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Use of mini-gut model to study host-pathogen interaction and target control of coccidiosis in chicken

Principal Supervisor: Dr Tharangani Herath

Secondary Supervisor(s): Professor Vasil Pirgozliev

University of Registration: Harper Adams University

BBSRC Research Themes:

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Deadline: 4 January, 2024

Project Outline

Coccidiosis, caused by Eimeria species (Phylum Apicomplexa) is a pervasive and economically significant parasitic disease affecting the poultry industry in the UK and worldwide. This highly contagious protozoan parasite causes severe enteric infections leading to mortality and poor growth in flocks, while predisposing affected birds to secondary infections. The control of coccidia becomes highly problematic due to its complex life cycle extending between the host and environment. Despite advancements in good production practices that doubled poultry production worldwide during the last two decades, the losses due to coccidiosis over the years escalated. In the UK, industry loss increased from £38 million in 1999 to £99.2 million in 2016, whereas it was £10.4 billion worldwide. While financial loss remains a major concern, the use of anticoccidial drugs also called coccidiostat known to develop drug resistance has remained a longstanding concern in terms of food, and environmental safety adding further complexity to the issue. Addressing the growing economic impact of coccidiosis, underscores the need for research and innovation, especially in the field of developing novel treatments and management strategies that are sustainable, cost-effective, and have a minimal environmental impact. The present research methodology exists to assess host-pathogen interaction and response to treatment often requires in vivo pathogen challenge studies, which are costly, time-consuming, and raise ethical concerns. Overcoming these limitations, the research proposed in this PhD aims to leverage chicken intestinal enteroid cultures to study host-pathogen interaction at the mucosal surface in the presence of novel nutraceuticals.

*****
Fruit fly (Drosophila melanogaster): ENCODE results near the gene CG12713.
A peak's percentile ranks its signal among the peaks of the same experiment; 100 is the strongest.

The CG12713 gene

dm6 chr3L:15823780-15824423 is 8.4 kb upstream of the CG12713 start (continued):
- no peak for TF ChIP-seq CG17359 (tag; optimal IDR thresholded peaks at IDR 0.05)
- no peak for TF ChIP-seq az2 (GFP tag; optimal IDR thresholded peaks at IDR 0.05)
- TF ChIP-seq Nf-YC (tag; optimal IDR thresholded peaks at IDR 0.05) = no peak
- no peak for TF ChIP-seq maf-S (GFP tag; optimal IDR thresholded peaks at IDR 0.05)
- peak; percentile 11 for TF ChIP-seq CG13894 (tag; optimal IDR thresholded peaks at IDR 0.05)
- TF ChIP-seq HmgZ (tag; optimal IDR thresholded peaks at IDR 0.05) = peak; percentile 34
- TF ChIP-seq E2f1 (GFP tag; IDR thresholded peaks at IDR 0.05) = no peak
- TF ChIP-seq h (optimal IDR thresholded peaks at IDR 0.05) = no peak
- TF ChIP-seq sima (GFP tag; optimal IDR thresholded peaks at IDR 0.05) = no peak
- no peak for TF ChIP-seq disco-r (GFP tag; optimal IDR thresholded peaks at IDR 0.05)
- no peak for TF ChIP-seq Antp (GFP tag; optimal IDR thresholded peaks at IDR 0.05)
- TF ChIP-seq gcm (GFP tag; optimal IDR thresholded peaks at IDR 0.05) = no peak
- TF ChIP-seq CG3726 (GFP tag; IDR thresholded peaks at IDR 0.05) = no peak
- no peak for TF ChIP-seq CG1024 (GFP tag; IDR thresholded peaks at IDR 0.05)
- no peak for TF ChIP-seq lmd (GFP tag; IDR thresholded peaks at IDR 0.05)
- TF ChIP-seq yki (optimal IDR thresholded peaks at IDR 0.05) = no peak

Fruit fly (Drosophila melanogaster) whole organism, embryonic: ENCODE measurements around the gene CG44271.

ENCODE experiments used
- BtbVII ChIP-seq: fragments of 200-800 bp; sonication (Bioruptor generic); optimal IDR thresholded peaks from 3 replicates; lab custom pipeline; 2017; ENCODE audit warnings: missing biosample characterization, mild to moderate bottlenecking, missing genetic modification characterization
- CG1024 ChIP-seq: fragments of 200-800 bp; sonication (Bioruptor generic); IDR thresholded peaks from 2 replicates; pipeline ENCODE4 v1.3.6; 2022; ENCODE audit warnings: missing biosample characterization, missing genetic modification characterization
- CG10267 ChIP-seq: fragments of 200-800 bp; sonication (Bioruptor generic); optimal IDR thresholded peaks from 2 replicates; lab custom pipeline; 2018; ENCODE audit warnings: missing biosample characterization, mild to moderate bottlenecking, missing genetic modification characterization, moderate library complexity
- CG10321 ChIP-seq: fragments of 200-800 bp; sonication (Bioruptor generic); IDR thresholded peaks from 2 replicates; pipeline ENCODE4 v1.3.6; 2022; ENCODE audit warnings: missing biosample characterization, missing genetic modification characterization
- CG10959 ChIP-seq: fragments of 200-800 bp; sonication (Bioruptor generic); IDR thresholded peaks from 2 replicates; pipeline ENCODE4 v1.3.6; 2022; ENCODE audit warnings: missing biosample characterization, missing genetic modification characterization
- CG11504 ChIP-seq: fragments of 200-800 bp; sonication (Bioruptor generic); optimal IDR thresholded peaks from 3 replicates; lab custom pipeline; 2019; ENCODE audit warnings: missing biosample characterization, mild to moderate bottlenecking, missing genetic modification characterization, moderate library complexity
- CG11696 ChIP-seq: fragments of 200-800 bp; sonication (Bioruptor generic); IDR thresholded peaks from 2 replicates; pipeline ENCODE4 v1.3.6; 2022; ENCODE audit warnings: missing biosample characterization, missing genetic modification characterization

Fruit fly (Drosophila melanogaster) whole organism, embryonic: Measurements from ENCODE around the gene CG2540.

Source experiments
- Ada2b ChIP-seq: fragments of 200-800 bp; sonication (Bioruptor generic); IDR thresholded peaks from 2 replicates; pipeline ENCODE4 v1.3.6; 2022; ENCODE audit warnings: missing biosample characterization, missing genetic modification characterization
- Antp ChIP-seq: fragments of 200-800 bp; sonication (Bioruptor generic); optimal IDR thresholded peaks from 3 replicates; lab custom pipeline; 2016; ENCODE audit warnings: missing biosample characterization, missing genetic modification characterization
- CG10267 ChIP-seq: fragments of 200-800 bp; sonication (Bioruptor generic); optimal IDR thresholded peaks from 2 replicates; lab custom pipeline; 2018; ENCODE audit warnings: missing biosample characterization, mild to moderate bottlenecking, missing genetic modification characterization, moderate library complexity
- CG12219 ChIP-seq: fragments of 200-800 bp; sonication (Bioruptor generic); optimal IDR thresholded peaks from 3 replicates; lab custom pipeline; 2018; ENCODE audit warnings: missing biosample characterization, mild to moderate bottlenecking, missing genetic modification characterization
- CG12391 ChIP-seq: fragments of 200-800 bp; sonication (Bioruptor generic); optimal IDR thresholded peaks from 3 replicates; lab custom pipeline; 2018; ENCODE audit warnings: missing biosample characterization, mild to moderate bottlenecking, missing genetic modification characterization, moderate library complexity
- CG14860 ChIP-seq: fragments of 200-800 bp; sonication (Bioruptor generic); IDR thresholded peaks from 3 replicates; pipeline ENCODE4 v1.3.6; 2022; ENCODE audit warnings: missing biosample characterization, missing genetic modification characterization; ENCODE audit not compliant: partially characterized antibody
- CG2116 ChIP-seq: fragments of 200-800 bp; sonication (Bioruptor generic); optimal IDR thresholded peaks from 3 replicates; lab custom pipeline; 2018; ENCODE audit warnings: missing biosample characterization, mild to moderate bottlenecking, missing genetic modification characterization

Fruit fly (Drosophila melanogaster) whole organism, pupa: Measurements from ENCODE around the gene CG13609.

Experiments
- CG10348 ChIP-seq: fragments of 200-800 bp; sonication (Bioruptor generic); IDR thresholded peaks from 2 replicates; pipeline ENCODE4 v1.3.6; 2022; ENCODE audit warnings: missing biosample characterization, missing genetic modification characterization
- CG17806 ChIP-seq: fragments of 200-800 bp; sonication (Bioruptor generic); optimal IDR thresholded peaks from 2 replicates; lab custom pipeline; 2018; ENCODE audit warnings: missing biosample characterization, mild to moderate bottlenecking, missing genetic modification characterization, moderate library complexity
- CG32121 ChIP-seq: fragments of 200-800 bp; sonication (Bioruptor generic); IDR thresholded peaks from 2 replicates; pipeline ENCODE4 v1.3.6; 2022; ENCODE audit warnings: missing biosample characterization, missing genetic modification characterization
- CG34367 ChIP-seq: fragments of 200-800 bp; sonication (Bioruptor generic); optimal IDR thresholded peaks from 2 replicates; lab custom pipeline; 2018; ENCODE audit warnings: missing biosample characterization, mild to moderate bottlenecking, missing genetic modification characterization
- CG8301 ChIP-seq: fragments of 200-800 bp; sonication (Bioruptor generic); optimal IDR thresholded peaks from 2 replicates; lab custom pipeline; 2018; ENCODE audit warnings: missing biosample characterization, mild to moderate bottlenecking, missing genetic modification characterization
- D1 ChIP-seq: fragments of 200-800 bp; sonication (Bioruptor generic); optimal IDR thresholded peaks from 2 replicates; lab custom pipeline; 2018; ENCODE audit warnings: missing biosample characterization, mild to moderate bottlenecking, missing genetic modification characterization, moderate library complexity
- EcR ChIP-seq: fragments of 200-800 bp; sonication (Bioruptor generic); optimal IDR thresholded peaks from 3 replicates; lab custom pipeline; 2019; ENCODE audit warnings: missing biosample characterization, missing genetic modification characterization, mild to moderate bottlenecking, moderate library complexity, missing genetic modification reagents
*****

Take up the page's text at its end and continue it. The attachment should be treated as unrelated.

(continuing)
Enteroids, also known as intestinal organoids or enteric organoids, are three-dimensional cell culture models that mimic the structure and function of the intestinal epithelium as an alternative and more ethically sound platform that abides 3R principle. These culture systems are successfully used as a tool for studying various aspects of the digestive system, including nutrient absorption, gut diseases, interactions with pathogens, and the development of new therapeutic and control solutions. Intestinal organoids are successfully used to study apicomplexan parasites (e.g. Crypsoporedia spp) that affect both livestock and humans1. In our laboratory, we have successfully used cultured intestinal cells to study host-pathogen and nutritional absorption studies. In this PhD, we will explore the following objectives to fulfill our aim;